The more time you spend in Baltimore, the easier it is to believe that everyone in the city knows each other. Not just because it’s a small city, but because people seem more likely to talk with strangers here than in other Northeastern metropoles. This means I hear a lot of really, really great stories, just in passing.
I work at Hopkins, and sometimes have to take a passenger van shuttle from work. I only know the driver from his right arm and what I can see in the rearview, but Larry is bald, brown-eyed, has an huge collection of glimmering silver rings, and an amazing watch. While we sat at a stop light today, looking down the road at flashing red and blue lights, the conversation turned to accidents.
It turns out that Larry’s worst accident was on 795, which connects the city to the northwestern ‘burbs. Driving in his first car, a Chevrolet Sprint.
“Welllll… It was kind of my fault,” he laughed. “I was looking down, messing with the radio stations, and when I looked up I was looking at a tailpipe!” Larry’s little Sprint swerved across three lanes, flipped up into the air and over, and went down the embankment. Larry was working as a Macy’s cosmetic consultant at the time, and the car was suddenly filled with a tornado of department store swag.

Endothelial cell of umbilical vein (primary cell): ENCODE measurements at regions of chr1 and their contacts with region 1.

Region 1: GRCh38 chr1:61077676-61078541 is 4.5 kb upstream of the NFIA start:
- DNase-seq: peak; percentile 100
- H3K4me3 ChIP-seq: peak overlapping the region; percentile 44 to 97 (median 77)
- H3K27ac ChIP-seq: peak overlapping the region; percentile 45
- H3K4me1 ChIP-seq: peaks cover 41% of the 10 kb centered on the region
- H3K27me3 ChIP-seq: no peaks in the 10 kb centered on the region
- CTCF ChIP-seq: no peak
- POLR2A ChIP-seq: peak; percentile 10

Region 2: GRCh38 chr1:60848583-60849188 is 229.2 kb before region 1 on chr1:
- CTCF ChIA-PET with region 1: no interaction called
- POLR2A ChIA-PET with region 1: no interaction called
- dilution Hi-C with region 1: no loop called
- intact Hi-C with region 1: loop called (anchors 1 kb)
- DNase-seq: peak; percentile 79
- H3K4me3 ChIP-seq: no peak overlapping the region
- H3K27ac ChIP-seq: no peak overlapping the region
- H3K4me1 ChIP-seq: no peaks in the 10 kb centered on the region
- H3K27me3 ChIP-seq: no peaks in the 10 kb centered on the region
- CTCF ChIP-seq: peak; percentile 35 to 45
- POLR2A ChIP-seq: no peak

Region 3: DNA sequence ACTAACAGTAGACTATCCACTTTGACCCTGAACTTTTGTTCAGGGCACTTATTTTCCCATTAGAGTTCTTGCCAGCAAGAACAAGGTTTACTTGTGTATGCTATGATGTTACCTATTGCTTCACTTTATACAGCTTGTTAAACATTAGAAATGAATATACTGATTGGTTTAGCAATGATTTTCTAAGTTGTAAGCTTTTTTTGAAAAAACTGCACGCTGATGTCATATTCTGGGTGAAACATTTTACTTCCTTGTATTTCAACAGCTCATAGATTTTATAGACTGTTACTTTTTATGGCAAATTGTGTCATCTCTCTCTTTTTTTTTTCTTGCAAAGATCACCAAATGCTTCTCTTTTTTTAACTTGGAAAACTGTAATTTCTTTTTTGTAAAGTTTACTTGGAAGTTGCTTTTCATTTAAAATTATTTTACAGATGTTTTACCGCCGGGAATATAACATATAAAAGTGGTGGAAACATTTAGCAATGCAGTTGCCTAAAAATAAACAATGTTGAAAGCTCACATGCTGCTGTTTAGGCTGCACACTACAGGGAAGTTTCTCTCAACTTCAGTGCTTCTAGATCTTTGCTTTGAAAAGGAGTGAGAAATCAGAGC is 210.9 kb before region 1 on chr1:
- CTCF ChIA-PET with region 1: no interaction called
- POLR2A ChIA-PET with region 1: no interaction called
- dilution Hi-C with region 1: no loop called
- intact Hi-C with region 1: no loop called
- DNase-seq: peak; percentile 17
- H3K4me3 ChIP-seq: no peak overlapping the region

“Can you imagine? They’d say ‘That man was killed by Hermes umbrellas!'”
A doctor and nurse driving the opposite direction turned back to the scene, but Larry was already walking up the embankment with no more than a bad cut on his finger.
“Do you know what I was thinking, when the car was just rolling over in the air?” Larry asked. “I just kept thinking… Dukes of Hazzard survived!”
Northeast Market in East Baltimore is hard to miss. You can smell the canola oil frying and hear the gulls squawking from two blocks away. Inside, fried chicken, fried lake trout, and sub joints reign over the four red-tiled aisles, and the meat selection ranges from chicken breast to pig ears. But only two or three stands with fresh produce.
It’s a new year! New resolutions, new to-do lists, and twelve whole months full of open calendar just begging to be filled.
Being back in the motherland means I have many more people to visit, and old friends who could be new options for travel buddies. This could be a real blast… or it could end in near fisticuffs when we find out that we are completely, utterly unsuited for bus-hopping and sightseeing together.
Enter, stage left, the Travel Buddy Survey.
I’m a naughty blogger. One would think that being unemployed for half of fall would have meant plenty of time for cooking, writing, and exploring. Anyone who has ever been unemployed knows what it really means is all your energy and lifesource is sucked into job search websites, and it was all I could do to make it out for some exercise and errands.
Washington Monument Xmas lighting!
The good news is that I started a new job at Johns Hopkins University in late November, and am four weeks happily employed as a web coordinator. I’m also one week moved into a great new apartment in the Mount Vernon neighborhood, which is full of theaters, historic buildings and gay bars. Despite my disappointment in not being able to return to France, I am “dead chuffed” to be living in the heart of Baltimore for the first time in my life, and getting paid enough to thoroughly navigate the most awesome spots.
A picture is definitely not worth a thousand words.